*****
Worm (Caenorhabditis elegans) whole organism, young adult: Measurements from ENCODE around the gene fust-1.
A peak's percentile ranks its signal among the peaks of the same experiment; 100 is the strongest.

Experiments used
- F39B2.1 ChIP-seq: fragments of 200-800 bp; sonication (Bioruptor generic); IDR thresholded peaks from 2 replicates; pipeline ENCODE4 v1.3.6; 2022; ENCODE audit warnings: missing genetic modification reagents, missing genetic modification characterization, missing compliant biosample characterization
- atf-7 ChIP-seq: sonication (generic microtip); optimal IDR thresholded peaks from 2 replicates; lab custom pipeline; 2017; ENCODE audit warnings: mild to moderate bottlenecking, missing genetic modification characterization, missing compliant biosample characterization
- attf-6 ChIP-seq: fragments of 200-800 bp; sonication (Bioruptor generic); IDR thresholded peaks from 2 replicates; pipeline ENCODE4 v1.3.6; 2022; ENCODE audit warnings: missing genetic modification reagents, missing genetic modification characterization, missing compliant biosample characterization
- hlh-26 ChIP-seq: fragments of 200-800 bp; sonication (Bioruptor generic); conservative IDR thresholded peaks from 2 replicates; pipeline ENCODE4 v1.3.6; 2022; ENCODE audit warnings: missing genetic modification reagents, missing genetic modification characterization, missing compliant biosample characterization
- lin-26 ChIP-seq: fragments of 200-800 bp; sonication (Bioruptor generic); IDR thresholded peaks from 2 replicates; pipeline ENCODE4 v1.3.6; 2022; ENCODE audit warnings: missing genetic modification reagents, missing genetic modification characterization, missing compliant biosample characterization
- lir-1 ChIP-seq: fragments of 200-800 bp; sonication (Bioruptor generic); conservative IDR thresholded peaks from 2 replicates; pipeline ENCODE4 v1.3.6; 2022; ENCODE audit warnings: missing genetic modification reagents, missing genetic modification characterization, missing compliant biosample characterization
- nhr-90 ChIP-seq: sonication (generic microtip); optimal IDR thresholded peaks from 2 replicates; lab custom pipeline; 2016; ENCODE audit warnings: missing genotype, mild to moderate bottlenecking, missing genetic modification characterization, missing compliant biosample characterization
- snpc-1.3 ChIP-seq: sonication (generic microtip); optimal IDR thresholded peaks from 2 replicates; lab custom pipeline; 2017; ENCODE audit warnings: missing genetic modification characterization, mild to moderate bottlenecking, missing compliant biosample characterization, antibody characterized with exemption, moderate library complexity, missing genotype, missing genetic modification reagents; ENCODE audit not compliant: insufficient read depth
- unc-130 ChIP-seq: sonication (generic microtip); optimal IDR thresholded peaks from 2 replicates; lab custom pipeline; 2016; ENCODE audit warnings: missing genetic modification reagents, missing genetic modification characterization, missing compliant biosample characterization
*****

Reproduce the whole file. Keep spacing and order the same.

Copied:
Worm (Caenorhabditis elegans) whole organism, young adult: Measurements from ENCODE around the gene fust-1.
A peak's percentile ranks its signal among the peaks of the same experiment; 100 is the strongest.

Experiments used
- F39B2.1 ChIP-seq: fragments of 200-800 bp; sonication (Bioruptor generic); IDR thresholded peaks from 2 replicates; pipeline ENCODE4 v1.3.6; 2022; ENCODE audit warnings: missing genetic modification reagents, missing genetic modification characterization, missing compliant biosample characterization
- atf-7 ChIP-seq: sonication (generic microtip); optimal IDR thresholded peaks from 2 replicates; lab custom pipeline; 2017; ENCODE audit warnings: mild to moderate bottlenecking, missing genetic modification characterization, missing compliant biosample characterization
- attf-6 ChIP-seq: fragments of 200-800 bp; sonication (Bioruptor generic); IDR thresholded peaks from 2 replicates; pipeline ENCODE4 v1.3.6; 2022; ENCODE audit warnings: missing genetic modification reagents, missing genetic modification characterization, missing compliant biosample characterization
- hlh-26 ChIP-seq: fragments of 200-800 bp; sonication (Bioruptor generic); conservative IDR thresholded peaks from 2 replicates; pipeline ENCODE4 v1.3.6; 2022; ENCODE audit warnings: missing genetic modification reagents, missing genetic modification characterization, missing compliant biosample characterization
- lin-26 ChIP-seq: fragments of 200-800 bp; sonication (Bioruptor generic); IDR thresholded peaks from 2 replicates; pipeline ENCODE4 v1.3.6; 2022; ENCODE audit warnings: missing genetic modification reagents, missing genetic modification characterization, missing compliant biosample characterization
- lir-1 ChIP-seq: fragments of 200-800 bp; sonication (Bioruptor generic); conservative IDR thresholded peaks from 2 replicates; pipeline ENCODE4 v1.3.6; 2022; ENCODE audit warnings: missing genetic modification reagents, missing genetic modification characterization, missing compliant biosample characterization
- nhr-90 ChIP-seq: sonication (generic microtip); optimal IDR thresholded peaks from 2 replicates; lab custom pipeline; 2016; ENCODE audit warnings: missing genotype, mild to moderate bottlenecking, missing genetic modification characterization, missing compliant biosample characterization
- snpc-1.3 ChIP-seq: sonication (generic microtip); optimal IDR thresholded peaks from 2 replicates; lab custom pipeline; 2017; ENCODE audit warnings: missing genetic modification characterization, mild to moderate bottlenecking, missing compliant biosample characterization, antibody characterized with exemption, moderate library complexity, missing genotype, missing genetic modification reagents; ENCODE audit not compliant: insufficient read depth
- unc-130 ChIP-seq: sonication (generic microtip); optimal IDR thresholded peaks from 2 replicates; lab custom pipeline; 2016; ENCODE audit warnings: missing genetic modification reagents, missing genetic modification characterization, missing compliant biosample characterization